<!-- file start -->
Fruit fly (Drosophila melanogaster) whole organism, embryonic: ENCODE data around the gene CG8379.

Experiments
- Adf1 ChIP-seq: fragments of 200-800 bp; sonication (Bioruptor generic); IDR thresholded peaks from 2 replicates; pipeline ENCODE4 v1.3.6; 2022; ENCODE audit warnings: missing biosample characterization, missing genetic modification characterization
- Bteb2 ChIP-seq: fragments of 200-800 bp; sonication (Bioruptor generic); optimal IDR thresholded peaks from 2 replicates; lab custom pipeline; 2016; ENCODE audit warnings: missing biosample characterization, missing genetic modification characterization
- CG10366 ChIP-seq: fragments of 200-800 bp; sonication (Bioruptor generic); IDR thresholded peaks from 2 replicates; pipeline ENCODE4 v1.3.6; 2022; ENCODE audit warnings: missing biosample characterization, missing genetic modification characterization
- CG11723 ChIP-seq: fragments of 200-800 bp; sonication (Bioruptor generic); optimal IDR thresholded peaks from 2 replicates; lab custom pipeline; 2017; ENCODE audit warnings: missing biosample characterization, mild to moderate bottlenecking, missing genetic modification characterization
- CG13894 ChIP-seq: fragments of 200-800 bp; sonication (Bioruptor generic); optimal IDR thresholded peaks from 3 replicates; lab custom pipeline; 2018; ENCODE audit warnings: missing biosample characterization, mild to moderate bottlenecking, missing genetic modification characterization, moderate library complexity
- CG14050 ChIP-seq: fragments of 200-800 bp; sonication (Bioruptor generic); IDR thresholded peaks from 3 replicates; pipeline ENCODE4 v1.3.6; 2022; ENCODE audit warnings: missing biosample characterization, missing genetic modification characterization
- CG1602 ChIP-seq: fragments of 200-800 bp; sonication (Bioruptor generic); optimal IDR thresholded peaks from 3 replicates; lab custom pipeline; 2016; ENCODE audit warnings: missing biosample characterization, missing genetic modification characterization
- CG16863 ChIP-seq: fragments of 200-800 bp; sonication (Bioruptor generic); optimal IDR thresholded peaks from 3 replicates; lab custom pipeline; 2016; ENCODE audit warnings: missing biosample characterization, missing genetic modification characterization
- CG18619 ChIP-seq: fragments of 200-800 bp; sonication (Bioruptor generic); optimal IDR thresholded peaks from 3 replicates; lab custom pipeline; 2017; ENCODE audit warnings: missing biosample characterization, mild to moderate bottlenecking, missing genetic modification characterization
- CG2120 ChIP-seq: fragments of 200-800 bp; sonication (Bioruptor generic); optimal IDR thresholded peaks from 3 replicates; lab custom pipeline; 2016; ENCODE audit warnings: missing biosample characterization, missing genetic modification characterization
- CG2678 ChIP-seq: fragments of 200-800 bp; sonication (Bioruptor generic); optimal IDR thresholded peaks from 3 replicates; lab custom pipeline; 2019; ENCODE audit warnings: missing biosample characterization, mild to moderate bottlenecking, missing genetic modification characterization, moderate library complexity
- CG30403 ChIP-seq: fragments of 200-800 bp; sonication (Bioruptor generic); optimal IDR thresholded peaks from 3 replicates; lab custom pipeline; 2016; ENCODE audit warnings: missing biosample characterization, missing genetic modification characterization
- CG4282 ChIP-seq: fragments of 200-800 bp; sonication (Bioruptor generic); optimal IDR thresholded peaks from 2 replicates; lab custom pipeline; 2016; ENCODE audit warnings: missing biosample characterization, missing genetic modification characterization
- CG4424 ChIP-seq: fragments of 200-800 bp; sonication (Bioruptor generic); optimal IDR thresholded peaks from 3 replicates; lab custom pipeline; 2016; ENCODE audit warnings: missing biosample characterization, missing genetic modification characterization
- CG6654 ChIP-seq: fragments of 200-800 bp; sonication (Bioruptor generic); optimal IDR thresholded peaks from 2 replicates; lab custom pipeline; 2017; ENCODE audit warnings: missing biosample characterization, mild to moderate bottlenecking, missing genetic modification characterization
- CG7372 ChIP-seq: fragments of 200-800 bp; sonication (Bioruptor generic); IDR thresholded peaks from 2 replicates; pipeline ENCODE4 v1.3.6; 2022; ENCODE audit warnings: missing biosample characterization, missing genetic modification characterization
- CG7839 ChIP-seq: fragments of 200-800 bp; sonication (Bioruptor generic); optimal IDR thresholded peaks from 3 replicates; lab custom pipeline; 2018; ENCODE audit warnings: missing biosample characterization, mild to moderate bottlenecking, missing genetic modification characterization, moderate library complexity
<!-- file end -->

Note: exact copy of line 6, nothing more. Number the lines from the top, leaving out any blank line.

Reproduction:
- CG11723 ChIP-seq: fragments of 200-800 bp; sonication (Bioruptor generic); optimal IDR thresholded peaks from 2 replicates; lab custom pipeline; 2017; ENCODE audit warnings: missing biosample characterization, mild to moderate bottlenecking, missing genetic modification characterization